In this talk, I will describe some use-case scenarios, especially those in production deployment. I will also survey the landscape of private blockchain systems with respect to their architectures in general and their approaches to some specific technical areas. I will also discuss some of the opportunities that exist, and the technical and organizational challenges that need to be addressed. Since most of the blockchain efforts are still in a nascent state, the time is right for mainstream database and distributed systems researchers and practitioners to get more deeply involved to focus on the numerous open problems. Extensive blockchain related collateral can be found at



Dr. C. Mohan has been an IBM researcher for 37 years in the database and related areas, impacting numerous IBM and non-IBM products, the research and academic communities, and standards, especially with his invention of the well-known ARIES family of database locking and recovery algorithms, and the Presumed Abort distributed commit protocol. This IBM (1997), and ACM and IEEE (2002) Fellow has also served as the IBM India Chief Scientist for 3 years (2006-2009). In addition to receiving the ACM SIGMOD Innovations Award (1996), the VLDB 10 Year Best Paper Award (1999) and numerous IBM awards, Mohan was elected to the US and Indian National Academies of Engineering (2009) and named an IBM Master Inventor (1997). This Distinguished Alumnus of IIT Madras (1977) received his PhD at the University of Texas at Austin (1981). He is an inventor of 50 patents. He is currently focused on Blockchain, Big Data and HTAP technologies (, Since 2016, Mohan has been a Distinguished Visiting Professor of China’s prestigious Tsinghua University. He has served on the advisory board of IEEE Spectrum, and on numerous conference and journal boards. Mohan is a frequent speaker in North America, Europe and Asia, and has given talks in 40 countries. He is very active on social media and has a huge network of followers. More information can be found in the Wikipedia page at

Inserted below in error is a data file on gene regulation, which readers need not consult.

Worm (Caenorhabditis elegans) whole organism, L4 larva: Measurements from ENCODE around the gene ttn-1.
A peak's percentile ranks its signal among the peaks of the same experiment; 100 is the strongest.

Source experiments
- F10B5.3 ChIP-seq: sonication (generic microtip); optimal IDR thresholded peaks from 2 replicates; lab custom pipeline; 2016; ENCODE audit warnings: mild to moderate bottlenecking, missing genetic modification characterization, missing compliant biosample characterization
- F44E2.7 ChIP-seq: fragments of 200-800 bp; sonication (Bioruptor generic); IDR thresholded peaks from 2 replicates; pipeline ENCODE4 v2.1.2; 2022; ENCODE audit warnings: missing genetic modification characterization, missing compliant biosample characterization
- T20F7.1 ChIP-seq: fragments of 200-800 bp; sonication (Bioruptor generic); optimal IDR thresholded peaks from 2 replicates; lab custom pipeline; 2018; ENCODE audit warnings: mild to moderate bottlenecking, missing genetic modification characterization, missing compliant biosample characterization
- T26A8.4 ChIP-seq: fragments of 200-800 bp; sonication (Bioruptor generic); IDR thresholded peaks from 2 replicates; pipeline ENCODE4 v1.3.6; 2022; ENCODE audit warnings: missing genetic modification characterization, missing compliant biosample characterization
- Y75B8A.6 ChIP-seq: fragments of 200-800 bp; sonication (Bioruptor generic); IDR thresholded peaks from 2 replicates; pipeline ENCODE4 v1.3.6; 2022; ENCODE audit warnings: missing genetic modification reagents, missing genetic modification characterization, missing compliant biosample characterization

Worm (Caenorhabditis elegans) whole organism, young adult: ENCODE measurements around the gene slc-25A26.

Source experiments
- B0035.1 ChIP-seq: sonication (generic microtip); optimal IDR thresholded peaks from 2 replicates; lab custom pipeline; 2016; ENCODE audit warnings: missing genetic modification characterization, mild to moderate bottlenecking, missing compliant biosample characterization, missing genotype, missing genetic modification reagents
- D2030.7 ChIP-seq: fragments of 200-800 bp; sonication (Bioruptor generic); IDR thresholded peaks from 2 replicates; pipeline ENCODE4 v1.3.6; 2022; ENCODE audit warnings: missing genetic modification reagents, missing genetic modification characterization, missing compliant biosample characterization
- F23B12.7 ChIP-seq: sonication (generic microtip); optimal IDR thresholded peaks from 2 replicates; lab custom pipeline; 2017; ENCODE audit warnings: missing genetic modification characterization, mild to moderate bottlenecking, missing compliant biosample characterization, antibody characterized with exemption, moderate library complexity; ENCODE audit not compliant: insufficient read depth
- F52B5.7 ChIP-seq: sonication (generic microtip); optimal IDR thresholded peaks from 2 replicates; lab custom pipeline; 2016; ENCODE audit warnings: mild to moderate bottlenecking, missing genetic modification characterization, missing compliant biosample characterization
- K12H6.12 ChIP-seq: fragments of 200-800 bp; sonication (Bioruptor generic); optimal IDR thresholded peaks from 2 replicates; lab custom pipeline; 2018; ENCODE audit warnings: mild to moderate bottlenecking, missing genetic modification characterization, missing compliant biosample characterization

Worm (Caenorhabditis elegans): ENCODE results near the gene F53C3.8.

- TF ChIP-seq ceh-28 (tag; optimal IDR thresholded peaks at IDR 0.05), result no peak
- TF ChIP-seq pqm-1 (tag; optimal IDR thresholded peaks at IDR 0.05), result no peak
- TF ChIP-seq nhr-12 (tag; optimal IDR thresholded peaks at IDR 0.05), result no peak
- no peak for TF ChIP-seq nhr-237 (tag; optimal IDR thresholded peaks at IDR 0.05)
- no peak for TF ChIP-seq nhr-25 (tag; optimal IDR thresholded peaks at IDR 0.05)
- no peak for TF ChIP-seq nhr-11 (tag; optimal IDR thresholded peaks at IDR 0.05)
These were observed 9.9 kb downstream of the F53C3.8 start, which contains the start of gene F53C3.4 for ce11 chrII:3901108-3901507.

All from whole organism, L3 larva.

Ramamohanarao (Rao) Kotagiri

University of Melbourne





Title: Automatic Optical Coherence Tomography Imaging Analysis for Retinal Disease Screening using Machine Learning Techniques